• this doesn't work for id's this is simply a way to index the list, that's not what the question was about – Mr Heelis Nov 28 '17 at 10:40
2

You may use a generic Type:

public class ComboBoxItem<T>
{
    private string Text { get; set; }
    public T Value { get; set; }

    public override string ToString()
    {
        return Text;
    }

    public ComboBoxItem(string text, T value)
    {
        Text = text;
        Value = value;
    }
}

Example of using a simple int-Type:

private void Fill(ComboBox comboBox)
    {
        comboBox.Items.Clear();
        object[] list =
            {
                new ComboBoxItem<int>("Architekt", 1),
                new ComboBoxItem<int>("Bauträger", 2),
                new ComboBoxItem<int>("Fachbetrieb/Installateur", 3),
                new ComboBoxItem<int>("GC-Haus", 5),
                new ComboBoxItem<int>("Ingenieur-/Planungsbüro", 9),
                new ComboBoxItem<int>("Wowi", 17),
                new ComboBoxItem<int>("Endverbraucher", 19)
            };

        comboBox.Items.AddRange(list);
    }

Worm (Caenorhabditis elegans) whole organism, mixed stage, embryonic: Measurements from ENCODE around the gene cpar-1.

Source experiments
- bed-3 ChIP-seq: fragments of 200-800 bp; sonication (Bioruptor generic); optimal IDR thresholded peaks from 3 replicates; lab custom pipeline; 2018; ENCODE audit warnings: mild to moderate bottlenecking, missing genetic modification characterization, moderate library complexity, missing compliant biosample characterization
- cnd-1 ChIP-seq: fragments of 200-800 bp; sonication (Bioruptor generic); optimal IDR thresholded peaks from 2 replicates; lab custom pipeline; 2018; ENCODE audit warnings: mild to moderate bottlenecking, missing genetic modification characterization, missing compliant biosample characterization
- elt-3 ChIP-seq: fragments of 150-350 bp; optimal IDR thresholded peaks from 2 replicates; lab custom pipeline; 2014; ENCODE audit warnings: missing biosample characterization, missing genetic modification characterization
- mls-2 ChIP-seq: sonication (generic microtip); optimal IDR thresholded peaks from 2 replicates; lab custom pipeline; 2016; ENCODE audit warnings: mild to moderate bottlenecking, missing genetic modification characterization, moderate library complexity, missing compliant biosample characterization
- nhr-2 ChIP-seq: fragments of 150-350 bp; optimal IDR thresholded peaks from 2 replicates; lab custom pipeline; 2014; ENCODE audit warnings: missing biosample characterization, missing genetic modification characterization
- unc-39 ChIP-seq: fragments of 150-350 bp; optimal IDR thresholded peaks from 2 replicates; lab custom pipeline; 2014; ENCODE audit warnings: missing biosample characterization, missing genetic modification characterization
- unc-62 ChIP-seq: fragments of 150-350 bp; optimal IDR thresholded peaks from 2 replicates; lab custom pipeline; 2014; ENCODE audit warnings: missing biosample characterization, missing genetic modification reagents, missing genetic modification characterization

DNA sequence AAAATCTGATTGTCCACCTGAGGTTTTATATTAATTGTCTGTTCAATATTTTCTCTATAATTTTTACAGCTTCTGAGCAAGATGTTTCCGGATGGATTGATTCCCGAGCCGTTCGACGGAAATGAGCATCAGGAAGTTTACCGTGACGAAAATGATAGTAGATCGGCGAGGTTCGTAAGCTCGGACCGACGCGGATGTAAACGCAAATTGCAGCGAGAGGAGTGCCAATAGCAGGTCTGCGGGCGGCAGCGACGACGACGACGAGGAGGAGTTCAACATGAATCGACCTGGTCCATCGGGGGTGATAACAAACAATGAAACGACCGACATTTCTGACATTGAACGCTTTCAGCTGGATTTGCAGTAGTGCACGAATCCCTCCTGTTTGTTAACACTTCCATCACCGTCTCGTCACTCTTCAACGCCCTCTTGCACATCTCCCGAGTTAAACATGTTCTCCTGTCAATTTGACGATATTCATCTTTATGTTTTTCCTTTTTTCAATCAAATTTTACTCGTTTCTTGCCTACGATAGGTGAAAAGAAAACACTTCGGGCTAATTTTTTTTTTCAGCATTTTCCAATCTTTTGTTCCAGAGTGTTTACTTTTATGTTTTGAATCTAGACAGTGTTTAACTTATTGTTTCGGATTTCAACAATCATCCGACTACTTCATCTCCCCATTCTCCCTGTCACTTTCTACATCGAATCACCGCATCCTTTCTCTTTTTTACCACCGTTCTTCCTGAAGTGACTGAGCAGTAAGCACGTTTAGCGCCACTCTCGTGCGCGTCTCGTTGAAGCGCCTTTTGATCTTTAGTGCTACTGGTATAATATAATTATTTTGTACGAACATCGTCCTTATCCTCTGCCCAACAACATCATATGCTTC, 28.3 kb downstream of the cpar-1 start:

0
2

Further to Adam Markowitz's answer, here is a general purpose way of (relatively) simply setting the ItemSource values of a combobox to be enums, while showing the 'Description' attribute to the user. (You'd think everyone would want to do this so that it would be a .NET one liner, but it just isn't, and this is the most elegant way I've found).

First, create this simple class for converting any Enum value into a ComboBox item:

public class ComboEnumItem {
    public string Text { get; set; }
    public object Value { get; set; }

    public ComboEnumItem(Enum originalEnum)
    {
        this.Value = originalEnum;
        this.Text = this.ToString();
    }

    public string ToString()
    {
        FieldInfo field = Value.GetType().GetField(Value.ToString());
        DescriptionAttribute attribute = Attribute.GetCustomAttribute(field, typeof(DescriptionAttribute)) as DescriptionAttribute;
        return attribute == null ? Value.ToString() : attribute.Description;
    }
}

Secondly in your OnLoad event handler, you need to set the source of your combo box to be a list of ComboEnumItems based on every Enum in your Enum type. This can be achieved with Linq. Then just set the DisplayMemberPath: